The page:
When historians look back and try to understand how the George W. Bush administration managed to trample the Constitution and transgress the Geneva Conventions with near impunity, our mainstream media will stand out as one of the primary culprits.
Case in point: Sunday's New York Times report on President Bush's veto of a bill that sought to prohibit the CIA from using torture techniques such as waterboarding. Here's the lede:
President Bush on Saturday further cemented his legacy of fighting for strong executive powers, using his veto to shut down a Congressional effort to limit the Central Intelligence Agency's latitude to subject terrorism suspects to harsh interrogation techniques.
There you have it. According to The Times, Bush's legacy of gutting and subverting our Constitution in a patently authoritarian, fascistic manner is defined as merely "fighting for strong executive powers." Such reporting is as absurd as summing up a man's inclination to beat his wife as an act that depicts a strong male role in marriage. During the Bush years, this kind of intellectually dishonest, apologetic journalism has done grave damage to our country and the rest of the world. The smattering of begrudging mea culpas aside, such reportorial distillations in our mainstream media, in which reality is jettisoned for unmitigated transcription of White House talking points, has not, as conventional wisdom keeps telling us, subsided much, if at all, since the earliest drumbeats to invade Iraq. (Ask yourself as well, for example, how a study released nearly six months ago that an estimated 1 million Iraqis have died as a result of the US invasion of Iraq received virtually no coverage; the Los Angeles Times was the only major US newspaper to report on it; US network news completely ignored the study.)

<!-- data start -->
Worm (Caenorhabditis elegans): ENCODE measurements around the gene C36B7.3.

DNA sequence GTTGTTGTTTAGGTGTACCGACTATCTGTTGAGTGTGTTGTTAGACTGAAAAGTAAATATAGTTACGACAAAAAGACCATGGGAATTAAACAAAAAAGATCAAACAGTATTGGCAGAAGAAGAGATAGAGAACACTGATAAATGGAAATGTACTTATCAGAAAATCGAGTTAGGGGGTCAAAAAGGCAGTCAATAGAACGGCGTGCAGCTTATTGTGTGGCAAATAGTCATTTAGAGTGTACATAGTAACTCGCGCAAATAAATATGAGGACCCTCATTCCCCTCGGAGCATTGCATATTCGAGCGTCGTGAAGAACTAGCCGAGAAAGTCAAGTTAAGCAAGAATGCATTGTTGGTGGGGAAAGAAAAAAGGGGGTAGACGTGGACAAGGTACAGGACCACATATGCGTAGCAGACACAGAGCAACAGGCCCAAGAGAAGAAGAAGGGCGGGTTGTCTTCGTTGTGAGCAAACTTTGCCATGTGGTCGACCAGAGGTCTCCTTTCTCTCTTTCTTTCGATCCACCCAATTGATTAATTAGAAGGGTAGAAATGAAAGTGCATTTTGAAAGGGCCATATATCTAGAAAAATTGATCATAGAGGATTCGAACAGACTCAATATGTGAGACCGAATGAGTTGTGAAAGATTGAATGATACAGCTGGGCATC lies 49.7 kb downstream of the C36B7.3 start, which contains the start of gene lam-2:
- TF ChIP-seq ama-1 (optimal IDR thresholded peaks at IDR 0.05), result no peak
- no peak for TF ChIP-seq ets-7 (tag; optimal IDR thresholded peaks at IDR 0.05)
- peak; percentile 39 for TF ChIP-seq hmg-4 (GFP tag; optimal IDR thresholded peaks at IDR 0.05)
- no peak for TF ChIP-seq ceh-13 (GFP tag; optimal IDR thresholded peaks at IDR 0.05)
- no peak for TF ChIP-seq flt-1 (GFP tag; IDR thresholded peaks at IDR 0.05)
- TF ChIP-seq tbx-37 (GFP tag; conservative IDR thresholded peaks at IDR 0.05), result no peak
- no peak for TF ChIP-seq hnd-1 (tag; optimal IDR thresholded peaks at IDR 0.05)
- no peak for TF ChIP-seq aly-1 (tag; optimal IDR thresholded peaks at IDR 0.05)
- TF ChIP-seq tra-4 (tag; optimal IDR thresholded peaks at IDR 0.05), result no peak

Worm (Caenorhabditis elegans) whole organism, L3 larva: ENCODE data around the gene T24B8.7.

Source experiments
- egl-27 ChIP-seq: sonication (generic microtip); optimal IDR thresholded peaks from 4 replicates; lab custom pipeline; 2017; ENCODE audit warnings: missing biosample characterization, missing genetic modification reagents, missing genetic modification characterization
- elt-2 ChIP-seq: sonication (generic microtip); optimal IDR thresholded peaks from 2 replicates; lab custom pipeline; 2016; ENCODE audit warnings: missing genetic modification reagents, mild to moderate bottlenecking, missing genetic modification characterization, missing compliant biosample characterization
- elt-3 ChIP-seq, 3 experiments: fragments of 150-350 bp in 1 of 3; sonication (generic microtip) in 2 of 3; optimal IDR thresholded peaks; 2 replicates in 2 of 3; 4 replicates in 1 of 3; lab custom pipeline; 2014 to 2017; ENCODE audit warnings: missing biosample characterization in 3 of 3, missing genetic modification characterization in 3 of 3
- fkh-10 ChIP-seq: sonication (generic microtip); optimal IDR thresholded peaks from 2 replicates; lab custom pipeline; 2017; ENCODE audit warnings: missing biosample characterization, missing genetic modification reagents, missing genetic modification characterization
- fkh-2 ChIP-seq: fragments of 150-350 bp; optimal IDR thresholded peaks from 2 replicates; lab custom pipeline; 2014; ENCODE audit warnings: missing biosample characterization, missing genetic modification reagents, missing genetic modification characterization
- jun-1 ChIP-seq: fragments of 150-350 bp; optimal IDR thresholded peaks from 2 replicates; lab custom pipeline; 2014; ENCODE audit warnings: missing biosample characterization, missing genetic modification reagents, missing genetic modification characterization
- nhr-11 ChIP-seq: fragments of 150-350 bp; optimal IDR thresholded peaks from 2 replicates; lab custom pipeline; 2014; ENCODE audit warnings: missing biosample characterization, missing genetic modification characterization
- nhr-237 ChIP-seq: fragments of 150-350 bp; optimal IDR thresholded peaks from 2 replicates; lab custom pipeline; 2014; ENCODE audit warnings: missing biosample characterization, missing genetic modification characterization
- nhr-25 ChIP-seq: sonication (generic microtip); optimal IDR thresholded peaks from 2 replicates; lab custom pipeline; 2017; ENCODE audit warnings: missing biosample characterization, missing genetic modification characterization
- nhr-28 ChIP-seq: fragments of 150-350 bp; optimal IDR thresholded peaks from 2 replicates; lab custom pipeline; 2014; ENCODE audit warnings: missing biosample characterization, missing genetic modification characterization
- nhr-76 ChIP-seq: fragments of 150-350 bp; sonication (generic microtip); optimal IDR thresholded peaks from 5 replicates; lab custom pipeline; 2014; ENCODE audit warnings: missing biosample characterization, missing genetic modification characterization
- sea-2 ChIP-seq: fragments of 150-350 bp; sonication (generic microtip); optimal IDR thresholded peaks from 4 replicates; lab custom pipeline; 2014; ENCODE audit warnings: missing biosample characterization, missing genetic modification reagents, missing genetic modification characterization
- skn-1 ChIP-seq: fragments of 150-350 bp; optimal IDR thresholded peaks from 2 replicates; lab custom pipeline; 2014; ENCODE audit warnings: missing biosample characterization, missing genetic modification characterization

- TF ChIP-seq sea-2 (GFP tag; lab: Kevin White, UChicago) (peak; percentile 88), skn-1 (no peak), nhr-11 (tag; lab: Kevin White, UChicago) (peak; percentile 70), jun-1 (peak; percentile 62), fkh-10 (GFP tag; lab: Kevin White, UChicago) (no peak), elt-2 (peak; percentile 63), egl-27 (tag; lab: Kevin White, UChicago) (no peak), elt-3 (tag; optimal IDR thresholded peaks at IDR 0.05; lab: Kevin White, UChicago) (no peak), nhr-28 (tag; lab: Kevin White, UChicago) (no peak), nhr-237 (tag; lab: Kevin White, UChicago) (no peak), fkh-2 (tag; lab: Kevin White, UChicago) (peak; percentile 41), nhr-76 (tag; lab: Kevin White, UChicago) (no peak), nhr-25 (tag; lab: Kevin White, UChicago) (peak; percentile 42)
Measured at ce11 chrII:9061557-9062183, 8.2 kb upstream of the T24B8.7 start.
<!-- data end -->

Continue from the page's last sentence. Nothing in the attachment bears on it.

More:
This particular Times article (which only gets worse) underscores the disingenuous depths to which our paper of record is willing to sink. President Bush vetoes a bill intended to stop the CIA from using torture techniques, including waterboarding - which dates back to the Spanish Inquisition, was a favorite practice of the Gestapo, and for which the US tried and hanged Japanese soldiers after WWII - and The Times boils down the entire veto to politics and a factually inaccurate, Bush-approved narrative of his legacy.